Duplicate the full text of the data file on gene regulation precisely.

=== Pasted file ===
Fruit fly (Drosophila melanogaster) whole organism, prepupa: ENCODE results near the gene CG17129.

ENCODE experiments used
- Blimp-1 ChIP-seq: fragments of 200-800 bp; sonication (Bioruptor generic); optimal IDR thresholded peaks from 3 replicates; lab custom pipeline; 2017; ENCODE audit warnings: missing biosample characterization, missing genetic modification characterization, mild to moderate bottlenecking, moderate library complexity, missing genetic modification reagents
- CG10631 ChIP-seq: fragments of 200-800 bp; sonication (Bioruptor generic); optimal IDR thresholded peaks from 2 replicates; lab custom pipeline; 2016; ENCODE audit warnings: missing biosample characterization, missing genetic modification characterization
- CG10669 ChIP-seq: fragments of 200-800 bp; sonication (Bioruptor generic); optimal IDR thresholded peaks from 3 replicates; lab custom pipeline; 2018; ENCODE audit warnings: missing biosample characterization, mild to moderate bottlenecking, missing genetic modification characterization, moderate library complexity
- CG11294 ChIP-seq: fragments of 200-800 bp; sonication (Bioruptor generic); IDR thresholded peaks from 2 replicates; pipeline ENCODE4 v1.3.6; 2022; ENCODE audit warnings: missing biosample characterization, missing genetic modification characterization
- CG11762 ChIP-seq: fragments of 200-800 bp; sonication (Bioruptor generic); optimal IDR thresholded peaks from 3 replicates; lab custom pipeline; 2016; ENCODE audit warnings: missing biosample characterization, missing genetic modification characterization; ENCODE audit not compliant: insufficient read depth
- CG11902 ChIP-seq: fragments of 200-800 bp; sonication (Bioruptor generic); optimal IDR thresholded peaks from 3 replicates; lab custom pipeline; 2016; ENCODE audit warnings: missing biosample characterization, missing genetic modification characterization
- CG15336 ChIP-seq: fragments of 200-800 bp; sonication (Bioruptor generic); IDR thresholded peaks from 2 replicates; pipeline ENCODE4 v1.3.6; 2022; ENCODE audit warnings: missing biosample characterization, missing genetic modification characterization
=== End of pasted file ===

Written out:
Fruit fly (Drosophila melanogaster) whole organism, prepupa: ENCODE results near the gene CG17129.

ENCODE experiments used
- Blimp-1 ChIP-seq: fragments of 200-800 bp; sonication (Bioruptor generic); optimal IDR thresholded peaks from 3 replicates; lab custom pipeline; 2017; ENCODE audit warnings: missing biosample characterization, missing genetic modification characterization, mild to moderate bottlenecking, moderate library complexity, missing genetic modification reagents
- CG10631 ChIP-seq: fragments of 200-800 bp; sonication (Bioruptor generic); optimal IDR thresholded peaks from 2 replicates; lab custom pipeline; 2016; ENCODE audit warnings: missing biosample characterization, missing genetic modification characterization
- CG10669 ChIP-seq: fragments of 200-800 bp; sonication (Bioruptor generic); optimal IDR thresholded peaks from 3 replicates; lab custom pipeline; 2018; ENCODE audit warnings: missing biosample characterization, mild to moderate bottlenecking, missing genetic modification characterization, moderate library complexity
- CG11294 ChIP-seq: fragments of 200-800 bp; sonication (Bioruptor generic); IDR thresholded peaks from 2 replicates; pipeline ENCODE4 v1.3.6; 2022; ENCODE audit warnings: missing biosample characterization, missing genetic modification characterization
- CG11762 ChIP-seq: fragments of 200-800 bp; sonication (Bioruptor generic); optimal IDR thresholded peaks from 3 replicates; lab custom pipeline; 2016; ENCODE audit warnings: missing biosample characterization, missing genetic modification characterization; ENCODE audit not compliant: insufficient read depth
- CG11902 ChIP-seq: fragments of 200-800 bp; sonication (Bioruptor generic); optimal IDR thresholded peaks from 3 replicates; lab custom pipeline; 2016; ENCODE audit warnings: missing biosample characterization, missing genetic modification characterization
- CG15336 ChIP-seq: fragments of 200-800 bp; sonication (Bioruptor generic); IDR thresholded peaks from 2 replicates; pipeline ENCODE4 v1.3.6; 2022; ENCODE audit warnings: missing biosample characterization, missing genetic modification characterization